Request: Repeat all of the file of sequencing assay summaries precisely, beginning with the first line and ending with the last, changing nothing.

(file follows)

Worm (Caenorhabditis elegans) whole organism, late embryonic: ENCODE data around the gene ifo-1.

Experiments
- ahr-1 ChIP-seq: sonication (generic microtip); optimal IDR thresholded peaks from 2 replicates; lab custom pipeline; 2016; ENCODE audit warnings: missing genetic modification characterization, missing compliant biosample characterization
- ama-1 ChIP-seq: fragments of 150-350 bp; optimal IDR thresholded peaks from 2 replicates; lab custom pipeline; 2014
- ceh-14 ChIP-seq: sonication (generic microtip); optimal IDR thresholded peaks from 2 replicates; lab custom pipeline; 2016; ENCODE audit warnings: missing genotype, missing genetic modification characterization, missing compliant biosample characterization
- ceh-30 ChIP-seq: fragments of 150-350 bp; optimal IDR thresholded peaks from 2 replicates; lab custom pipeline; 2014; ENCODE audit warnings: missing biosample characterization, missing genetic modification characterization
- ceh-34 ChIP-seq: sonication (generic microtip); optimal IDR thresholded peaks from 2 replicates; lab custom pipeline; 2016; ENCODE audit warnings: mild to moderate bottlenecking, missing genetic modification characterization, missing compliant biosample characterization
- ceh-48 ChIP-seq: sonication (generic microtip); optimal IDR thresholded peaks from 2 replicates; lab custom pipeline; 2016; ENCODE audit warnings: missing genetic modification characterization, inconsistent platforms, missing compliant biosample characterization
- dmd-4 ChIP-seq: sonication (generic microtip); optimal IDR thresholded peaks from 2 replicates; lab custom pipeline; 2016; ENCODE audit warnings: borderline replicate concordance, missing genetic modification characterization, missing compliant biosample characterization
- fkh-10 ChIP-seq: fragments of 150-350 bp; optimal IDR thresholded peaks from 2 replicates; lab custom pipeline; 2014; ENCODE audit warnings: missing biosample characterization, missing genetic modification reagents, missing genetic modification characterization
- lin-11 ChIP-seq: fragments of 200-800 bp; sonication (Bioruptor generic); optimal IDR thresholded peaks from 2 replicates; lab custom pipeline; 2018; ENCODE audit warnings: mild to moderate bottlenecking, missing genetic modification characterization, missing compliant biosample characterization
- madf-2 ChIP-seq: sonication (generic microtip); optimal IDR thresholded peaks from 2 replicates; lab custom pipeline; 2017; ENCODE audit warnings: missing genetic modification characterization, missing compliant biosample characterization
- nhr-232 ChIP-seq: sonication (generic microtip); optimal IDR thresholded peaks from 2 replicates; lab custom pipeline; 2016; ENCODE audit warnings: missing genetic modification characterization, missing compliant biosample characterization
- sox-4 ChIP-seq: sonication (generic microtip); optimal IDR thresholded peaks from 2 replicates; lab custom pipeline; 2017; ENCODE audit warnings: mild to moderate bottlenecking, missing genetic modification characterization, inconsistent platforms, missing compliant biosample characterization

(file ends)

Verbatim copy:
Worm (Caenorhabditis elegans) whole organism, late embryonic: ENCODE data around the gene ifo-1.

Experiments
- ahr-1 ChIP-seq: sonication (generic microtip); optimal IDR thresholded peaks from 2 replicates; lab custom pipeline; 2016; ENCODE audit warnings: missing genetic modification characterization, missing compliant biosample characterization
- ama-1 ChIP-seq: fragments of 150-350 bp; optimal IDR thresholded peaks from 2 replicates; lab custom pipeline; 2014
- ceh-14 ChIP-seq: sonication (generic microtip); optimal IDR thresholded peaks from 2 replicates; lab custom pipeline; 2016; ENCODE audit warnings: missing genotype, missing genetic modification characterization, missing compliant biosample characterization
- ceh-30 ChIP-seq: fragments of 150-350 bp; optimal IDR thresholded peaks from 2 replicates; lab custom pipeline; 2014; ENCODE audit warnings: missing biosample characterization, missing genetic modification characterization
- ceh-34 ChIP-seq: sonication (generic microtip); optimal IDR thresholded peaks from 2 replicates; lab custom pipeline; 2016; ENCODE audit warnings: mild to moderate bottlenecking, missing genetic modification characterization, missing compliant biosample characterization
- ceh-48 ChIP-seq: sonication (generic microtip); optimal IDR thresholded peaks from 2 replicates; lab custom pipeline; 2016; ENCODE audit warnings: missing genetic modification characterization, inconsistent platforms, missing compliant biosample characterization
- dmd-4 ChIP-seq: sonication (generic microtip); optimal IDR thresholded peaks from 2 replicates; lab custom pipeline; 2016; ENCODE audit warnings: borderline replicate concordance, missing genetic modification characterization, missing compliant biosample characterization
- fkh-10 ChIP-seq: fragments of 150-350 bp; optimal IDR thresholded peaks from 2 replicates; lab custom pipeline; 2014; ENCODE audit warnings: missing biosample characterization, missing genetic modification reagents, missing genetic modification characterization
- lin-11 ChIP-seq: fragments of 200-800 bp; sonication (Bioruptor generic); optimal IDR thresholded peaks from 2 replicates; lab custom pipeline; 2018; ENCODE audit warnings: mild to moderate bottlenecking, missing genetic modification characterization, missing compliant biosample characterization
- madf-2 ChIP-seq: sonication (generic microtip); optimal IDR thresholded peaks from 2 replicates; lab custom pipeline; 2017; ENCODE audit warnings: missing genetic modification characterization, missing compliant biosample characterization
- nhr-232 ChIP-seq: sonication (generic microtip); optimal IDR thresholded peaks from 2 replicates; lab custom pipeline; 2016; ENCODE audit warnings: missing genetic modification characterization, missing compliant biosample characterization
- sox-4 ChIP-seq: sonication (generic microtip); optimal IDR thresholded peaks from 2 replicates; lab custom pipeline; 2017; ENCODE audit warnings: mild to moderate bottlenecking, missing genetic modification characterization, inconsistent platforms, missing compliant biosample characterization